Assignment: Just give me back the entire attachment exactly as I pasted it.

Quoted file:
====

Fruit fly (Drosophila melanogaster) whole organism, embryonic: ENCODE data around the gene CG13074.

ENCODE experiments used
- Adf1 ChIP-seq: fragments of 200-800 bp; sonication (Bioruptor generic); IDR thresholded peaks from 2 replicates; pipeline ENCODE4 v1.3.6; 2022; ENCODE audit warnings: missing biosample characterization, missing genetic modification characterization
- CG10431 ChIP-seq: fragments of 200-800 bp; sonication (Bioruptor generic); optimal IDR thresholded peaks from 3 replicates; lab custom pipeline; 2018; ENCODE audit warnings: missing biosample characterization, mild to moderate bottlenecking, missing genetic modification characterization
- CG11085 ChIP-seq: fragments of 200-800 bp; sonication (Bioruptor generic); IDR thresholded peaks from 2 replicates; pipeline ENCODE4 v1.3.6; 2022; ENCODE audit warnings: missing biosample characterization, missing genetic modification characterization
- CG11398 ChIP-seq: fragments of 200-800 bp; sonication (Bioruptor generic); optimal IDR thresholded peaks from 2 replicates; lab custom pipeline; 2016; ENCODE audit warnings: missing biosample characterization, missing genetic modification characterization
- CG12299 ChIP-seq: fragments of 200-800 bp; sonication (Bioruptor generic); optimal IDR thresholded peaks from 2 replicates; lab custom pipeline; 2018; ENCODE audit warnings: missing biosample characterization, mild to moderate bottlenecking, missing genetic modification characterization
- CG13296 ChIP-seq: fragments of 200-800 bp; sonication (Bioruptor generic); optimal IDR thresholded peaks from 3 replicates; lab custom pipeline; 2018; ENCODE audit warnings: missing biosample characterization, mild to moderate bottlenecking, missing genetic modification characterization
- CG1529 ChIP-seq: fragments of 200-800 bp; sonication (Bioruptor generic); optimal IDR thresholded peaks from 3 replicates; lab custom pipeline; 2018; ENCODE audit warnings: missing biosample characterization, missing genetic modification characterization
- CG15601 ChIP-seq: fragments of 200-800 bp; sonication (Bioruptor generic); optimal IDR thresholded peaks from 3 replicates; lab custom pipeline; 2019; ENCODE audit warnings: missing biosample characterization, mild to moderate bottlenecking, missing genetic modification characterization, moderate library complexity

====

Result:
Fruit fly (Drosophila melanogaster) whole organism, embryonic: ENCODE data around the gene CG13074.

ENCODE experiments used
- Adf1 ChIP-seq: fragments of 200-800 bp; sonication (Bioruptor generic); IDR thresholded peaks from 2 replicates; pipeline ENCODE4 v1.3.6; 2022; ENCODE audit warnings: missing biosample characterization, missing genetic modification characterization
- CG10431 ChIP-seq: fragments of 200-800 bp; sonication (Bioruptor generic); optimal IDR thresholded peaks from 3 replicates; lab custom pipeline; 2018; ENCODE audit warnings: missing biosample characterization, mild to moderate bottlenecking, missing genetic modification characterization
- CG11085 ChIP-seq: fragments of 200-800 bp; sonication (Bioruptor generic); IDR thresholded peaks from 2 replicates; pipeline ENCODE4 v1.3.6; 2022; ENCODE audit warnings: missing biosample characterization, missing genetic modification characterization
- CG11398 ChIP-seq: fragments of 200-800 bp; sonication (Bioruptor generic); optimal IDR thresholded peaks from 2 replicates; lab custom pipeline; 2016; ENCODE audit warnings: missing biosample characterization, missing genetic modification characterization
- CG12299 ChIP-seq: fragments of 200-800 bp; sonication (Bioruptor generic); optimal IDR thresholded peaks from 2 replicates; lab custom pipeline; 2018; ENCODE audit warnings: missing biosample characterization, mild to moderate bottlenecking, missing genetic modification characterization
- CG13296 ChIP-seq: fragments of 200-800 bp; sonication (Bioruptor generic); optimal IDR thresholded peaks from 3 replicates; lab custom pipeline; 2018; ENCODE audit warnings: missing biosample characterization, mild to moderate bottlenecking, missing genetic modification characterization
- CG1529 ChIP-seq: fragments of 200-800 bp; sonication (Bioruptor generic); optimal IDR thresholded peaks from 3 replicates; lab custom pipeline; 2018; ENCODE audit warnings: missing biosample characterization, missing genetic modification characterization
- CG15601 ChIP-seq: fragments of 200-800 bp; sonication (Bioruptor generic); optimal IDR thresholded peaks from 3 replicates; lab custom pipeline; 2019; ENCODE audit warnings: missing biosample characterization, mild to moderate bottlenecking, missing genetic modification characterization, moderate library complexity